EU official calls Boris Johnson ‘no modern-day Churchill’ in ‘deliberate personal attack’ – The Sun

AN EU official has slammed Boris Johnson describing him as "no modern-day Winston Churchill" and an "unelected" Prime Minister.

The Prime Minister's team have hit back after Irish EU commissioner Phil Hogan also accused Mr Johnson of "gambling with the Irish peace process."

Mr Hogan also told the PM that a no-deal Brexit would have “serious consequences” and create a “foul atmosphere” – hindering the UK’s ability to negotiate a favourable trade agreement with the bloc.

Mr Johnson's team has accused the EU of "deliberate personal attacks on him."

In a speech made in Carlingford on Wednesday, Mr Hogan said Mr Johnson seemed to view himself as a “modern day" version of the former PM.

“However, in the event of a no-deal Brexit, the UK government’s only Churchillian legacy will be: never have so few done so much damage to so many,” Mr Hogan said.

Responding to Mr Johnson’s description of the Irish backstop as “not democratic”, Mr Hogan said the view point “seems strange…coming from an unelected Prime Minister”.

But Mr Johnson’s team accused the EU of “playing games”.

A government source told The Times: “Deliberate personal attacks like this are just the kind of negotiation ploys that led to the failure to secure a deal last time .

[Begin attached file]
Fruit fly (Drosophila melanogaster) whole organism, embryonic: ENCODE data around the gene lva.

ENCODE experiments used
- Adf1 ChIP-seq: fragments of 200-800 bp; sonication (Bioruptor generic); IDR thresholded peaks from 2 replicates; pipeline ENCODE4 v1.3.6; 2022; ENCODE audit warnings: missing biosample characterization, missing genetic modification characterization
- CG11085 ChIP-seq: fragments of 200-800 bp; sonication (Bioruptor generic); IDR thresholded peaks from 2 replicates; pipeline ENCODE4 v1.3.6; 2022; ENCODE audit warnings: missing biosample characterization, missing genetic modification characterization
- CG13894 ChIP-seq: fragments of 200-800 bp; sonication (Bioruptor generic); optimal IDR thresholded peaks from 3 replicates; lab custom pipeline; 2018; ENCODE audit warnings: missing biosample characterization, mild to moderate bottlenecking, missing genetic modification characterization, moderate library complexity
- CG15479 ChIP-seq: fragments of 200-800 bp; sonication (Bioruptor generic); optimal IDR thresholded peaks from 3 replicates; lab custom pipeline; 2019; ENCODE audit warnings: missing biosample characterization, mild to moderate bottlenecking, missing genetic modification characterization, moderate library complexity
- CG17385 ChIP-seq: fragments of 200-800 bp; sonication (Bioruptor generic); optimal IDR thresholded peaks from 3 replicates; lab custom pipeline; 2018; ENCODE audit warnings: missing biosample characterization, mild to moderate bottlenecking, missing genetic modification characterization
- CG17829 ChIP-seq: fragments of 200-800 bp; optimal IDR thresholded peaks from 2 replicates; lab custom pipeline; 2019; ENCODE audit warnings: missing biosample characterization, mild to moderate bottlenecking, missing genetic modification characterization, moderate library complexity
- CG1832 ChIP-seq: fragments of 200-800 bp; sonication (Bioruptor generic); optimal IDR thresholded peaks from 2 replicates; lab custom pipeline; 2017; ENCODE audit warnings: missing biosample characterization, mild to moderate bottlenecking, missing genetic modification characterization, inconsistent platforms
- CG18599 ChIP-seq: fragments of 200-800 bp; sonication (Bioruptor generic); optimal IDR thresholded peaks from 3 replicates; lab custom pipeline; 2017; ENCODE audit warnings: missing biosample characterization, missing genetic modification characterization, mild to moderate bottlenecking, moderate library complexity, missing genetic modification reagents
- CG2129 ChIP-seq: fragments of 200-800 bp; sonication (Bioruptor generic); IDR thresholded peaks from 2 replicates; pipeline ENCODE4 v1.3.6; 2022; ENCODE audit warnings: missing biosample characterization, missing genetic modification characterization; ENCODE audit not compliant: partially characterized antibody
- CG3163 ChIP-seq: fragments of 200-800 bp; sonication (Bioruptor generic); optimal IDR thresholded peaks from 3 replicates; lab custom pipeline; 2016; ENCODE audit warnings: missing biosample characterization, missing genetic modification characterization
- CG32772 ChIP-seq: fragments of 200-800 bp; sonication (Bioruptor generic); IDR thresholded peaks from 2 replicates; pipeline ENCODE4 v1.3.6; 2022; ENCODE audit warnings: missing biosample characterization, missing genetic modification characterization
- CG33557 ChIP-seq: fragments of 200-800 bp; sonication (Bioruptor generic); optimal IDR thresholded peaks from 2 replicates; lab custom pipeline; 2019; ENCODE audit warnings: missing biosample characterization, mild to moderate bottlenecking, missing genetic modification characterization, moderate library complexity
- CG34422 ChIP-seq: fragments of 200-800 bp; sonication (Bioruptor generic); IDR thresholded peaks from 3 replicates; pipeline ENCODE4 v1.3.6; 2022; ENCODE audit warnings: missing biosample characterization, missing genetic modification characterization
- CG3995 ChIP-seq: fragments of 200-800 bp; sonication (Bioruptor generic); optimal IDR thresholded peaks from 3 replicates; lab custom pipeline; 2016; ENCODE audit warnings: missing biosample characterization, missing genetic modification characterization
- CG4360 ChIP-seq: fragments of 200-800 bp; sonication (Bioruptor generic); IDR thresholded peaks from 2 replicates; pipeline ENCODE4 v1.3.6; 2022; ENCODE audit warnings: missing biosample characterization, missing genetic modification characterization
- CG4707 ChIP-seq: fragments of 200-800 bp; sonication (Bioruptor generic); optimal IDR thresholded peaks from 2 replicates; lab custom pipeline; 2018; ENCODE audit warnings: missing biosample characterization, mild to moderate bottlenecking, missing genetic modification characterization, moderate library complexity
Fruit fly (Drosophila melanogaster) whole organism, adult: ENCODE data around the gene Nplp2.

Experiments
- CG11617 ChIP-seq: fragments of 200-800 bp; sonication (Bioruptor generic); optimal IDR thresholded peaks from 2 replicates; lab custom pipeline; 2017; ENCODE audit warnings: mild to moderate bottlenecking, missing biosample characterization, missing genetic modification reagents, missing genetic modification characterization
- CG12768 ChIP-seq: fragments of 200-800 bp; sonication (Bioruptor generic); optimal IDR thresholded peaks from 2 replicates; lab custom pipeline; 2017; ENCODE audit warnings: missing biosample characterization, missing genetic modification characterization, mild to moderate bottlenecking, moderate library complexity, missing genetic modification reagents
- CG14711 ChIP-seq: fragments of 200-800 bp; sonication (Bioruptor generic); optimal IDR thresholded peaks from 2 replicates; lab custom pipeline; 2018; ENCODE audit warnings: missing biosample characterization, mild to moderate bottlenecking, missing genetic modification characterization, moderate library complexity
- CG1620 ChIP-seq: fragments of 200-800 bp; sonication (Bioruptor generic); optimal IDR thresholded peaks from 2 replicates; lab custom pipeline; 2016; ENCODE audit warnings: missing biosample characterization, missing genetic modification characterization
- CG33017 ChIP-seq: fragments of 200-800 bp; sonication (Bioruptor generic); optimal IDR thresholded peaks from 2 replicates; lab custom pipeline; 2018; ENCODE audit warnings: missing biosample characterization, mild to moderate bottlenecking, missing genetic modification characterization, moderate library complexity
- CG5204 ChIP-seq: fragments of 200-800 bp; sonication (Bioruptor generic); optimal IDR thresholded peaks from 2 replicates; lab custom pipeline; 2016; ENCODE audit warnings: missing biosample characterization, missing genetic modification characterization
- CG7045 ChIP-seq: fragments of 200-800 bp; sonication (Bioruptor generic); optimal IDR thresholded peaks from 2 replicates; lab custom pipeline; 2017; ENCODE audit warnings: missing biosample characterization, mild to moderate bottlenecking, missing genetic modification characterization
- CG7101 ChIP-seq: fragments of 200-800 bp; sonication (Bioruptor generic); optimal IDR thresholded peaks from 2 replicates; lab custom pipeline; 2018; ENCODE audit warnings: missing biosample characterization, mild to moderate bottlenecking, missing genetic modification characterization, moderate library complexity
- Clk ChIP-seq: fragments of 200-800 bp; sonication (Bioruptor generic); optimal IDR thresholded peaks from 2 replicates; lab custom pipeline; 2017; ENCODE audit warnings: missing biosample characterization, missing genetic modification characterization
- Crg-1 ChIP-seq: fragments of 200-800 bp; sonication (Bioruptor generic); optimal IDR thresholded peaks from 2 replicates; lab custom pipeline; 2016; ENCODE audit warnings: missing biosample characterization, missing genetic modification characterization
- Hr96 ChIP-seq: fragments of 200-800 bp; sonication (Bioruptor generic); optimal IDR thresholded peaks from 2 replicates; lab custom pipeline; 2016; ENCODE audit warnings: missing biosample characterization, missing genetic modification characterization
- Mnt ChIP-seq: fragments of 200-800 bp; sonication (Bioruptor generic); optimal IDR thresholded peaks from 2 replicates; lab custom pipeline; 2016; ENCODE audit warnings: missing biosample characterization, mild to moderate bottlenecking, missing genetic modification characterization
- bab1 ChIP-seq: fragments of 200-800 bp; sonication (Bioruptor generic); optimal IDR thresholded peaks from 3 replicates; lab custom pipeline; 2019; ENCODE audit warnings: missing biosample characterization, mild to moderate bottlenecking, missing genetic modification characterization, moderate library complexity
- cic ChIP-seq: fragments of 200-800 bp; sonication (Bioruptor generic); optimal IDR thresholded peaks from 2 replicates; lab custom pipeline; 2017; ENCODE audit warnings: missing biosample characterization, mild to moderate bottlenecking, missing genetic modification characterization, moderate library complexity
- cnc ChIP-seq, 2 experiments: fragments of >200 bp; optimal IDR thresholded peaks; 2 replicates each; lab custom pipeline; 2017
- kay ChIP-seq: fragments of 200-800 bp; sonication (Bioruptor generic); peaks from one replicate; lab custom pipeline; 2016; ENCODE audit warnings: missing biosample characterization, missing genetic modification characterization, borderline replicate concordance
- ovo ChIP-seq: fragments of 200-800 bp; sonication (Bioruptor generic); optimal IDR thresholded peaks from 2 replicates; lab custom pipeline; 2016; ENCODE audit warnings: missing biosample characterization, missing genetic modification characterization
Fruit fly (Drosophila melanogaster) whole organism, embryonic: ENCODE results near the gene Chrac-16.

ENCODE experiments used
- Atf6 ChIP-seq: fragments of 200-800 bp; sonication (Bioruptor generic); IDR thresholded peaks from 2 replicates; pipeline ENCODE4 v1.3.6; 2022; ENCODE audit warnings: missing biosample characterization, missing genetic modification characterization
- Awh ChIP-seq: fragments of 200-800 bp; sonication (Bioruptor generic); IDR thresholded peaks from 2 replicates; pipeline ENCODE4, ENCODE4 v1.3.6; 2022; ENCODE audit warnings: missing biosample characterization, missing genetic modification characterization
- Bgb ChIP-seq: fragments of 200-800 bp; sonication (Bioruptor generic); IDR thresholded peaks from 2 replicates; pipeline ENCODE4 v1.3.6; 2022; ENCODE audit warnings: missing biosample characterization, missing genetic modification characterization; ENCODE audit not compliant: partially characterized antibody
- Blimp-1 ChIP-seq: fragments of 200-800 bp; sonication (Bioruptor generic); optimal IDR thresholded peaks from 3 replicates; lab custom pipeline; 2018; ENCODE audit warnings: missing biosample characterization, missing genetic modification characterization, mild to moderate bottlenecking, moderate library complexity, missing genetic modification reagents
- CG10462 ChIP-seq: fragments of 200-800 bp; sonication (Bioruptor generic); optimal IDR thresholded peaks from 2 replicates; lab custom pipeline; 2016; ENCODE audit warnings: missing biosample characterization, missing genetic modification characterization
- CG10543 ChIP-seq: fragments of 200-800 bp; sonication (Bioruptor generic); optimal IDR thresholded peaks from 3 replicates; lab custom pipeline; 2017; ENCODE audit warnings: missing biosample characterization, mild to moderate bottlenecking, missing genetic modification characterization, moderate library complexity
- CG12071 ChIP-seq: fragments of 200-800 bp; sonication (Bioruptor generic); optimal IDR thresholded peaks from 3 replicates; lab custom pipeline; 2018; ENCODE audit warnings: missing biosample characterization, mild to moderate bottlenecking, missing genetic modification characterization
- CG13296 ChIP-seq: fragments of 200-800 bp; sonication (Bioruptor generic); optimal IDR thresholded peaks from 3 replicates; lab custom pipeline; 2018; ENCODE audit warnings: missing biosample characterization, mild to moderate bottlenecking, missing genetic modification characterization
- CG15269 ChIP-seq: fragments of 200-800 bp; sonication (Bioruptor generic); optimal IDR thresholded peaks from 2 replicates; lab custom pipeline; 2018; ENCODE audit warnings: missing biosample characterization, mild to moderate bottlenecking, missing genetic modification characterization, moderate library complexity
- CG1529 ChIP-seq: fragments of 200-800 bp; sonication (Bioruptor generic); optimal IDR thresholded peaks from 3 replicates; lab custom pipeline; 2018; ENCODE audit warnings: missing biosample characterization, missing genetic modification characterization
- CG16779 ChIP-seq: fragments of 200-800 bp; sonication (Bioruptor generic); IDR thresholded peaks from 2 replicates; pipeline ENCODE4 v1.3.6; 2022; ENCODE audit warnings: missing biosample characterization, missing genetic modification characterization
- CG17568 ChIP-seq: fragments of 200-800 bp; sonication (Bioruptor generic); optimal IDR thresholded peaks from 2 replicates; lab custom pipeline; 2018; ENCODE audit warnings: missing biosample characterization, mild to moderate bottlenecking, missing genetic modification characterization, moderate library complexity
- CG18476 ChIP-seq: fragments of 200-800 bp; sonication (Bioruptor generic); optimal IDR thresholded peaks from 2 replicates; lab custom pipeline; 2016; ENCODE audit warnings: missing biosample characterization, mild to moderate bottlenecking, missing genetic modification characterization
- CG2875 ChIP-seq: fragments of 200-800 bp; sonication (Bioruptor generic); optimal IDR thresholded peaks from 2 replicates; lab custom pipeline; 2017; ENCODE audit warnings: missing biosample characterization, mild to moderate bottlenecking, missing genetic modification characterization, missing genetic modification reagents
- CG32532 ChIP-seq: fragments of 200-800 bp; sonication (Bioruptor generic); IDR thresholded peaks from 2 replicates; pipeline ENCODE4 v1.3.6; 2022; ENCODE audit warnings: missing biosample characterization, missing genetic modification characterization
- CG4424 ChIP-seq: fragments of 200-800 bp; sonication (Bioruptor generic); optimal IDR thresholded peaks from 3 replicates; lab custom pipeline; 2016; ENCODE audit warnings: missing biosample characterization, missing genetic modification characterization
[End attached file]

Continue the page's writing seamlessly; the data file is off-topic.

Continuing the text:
“The backstop is toxic and would leave the EU in control of laws and taxes without democratic accountability. If the EU is genuinely keen to negotiate a deal, it will recognise this.”

Despite Mr Hogan’s attack on him, Mr Johnson got a huge boost from Angela Merkel yesterday when she suggested it could be possible to get a new solution to the Irish border in the next 30 days.

At a joint press conference in Berlin, the German Chancellor said if he could find an alternative solution to the backstop he may be able to strike a fresh deal with the EU before the Halloween deadline.

Mrs Merkel told him: "The backstop has always been a fallback position. If one is able to solve this conundrum, if one finds the solution, we can probably find it over the next two years…but maybe we can find it in the next 30 days to come.

"So then we are one step further in the right direction. We have to put our all into it."

Prior to his visit to Mrs Merkel, he wrote a four page letter to EU Council president Donald Tusk to demand the backstop is axed.

He wants the controversial insurance mechanism that keeps the UK tied to EU customs rules in the wake of a No Deal replaced by a system of stand-off border checks.

On Monday, the PM told Sky News: "We will be ready to come out on Oct. 31 – deal or no deal.

“Of course, our friends and partners on the other side of the Channel are showing a little bit of reluctance to change their position – that's fine – I am confident that they will."

"I hope that they will compromise – they have seen that the UK parliament has three times rejected the Withdrawal Agreement, the backstop just doesn't work, it is not democratic. I hope they will see fit to compromise."

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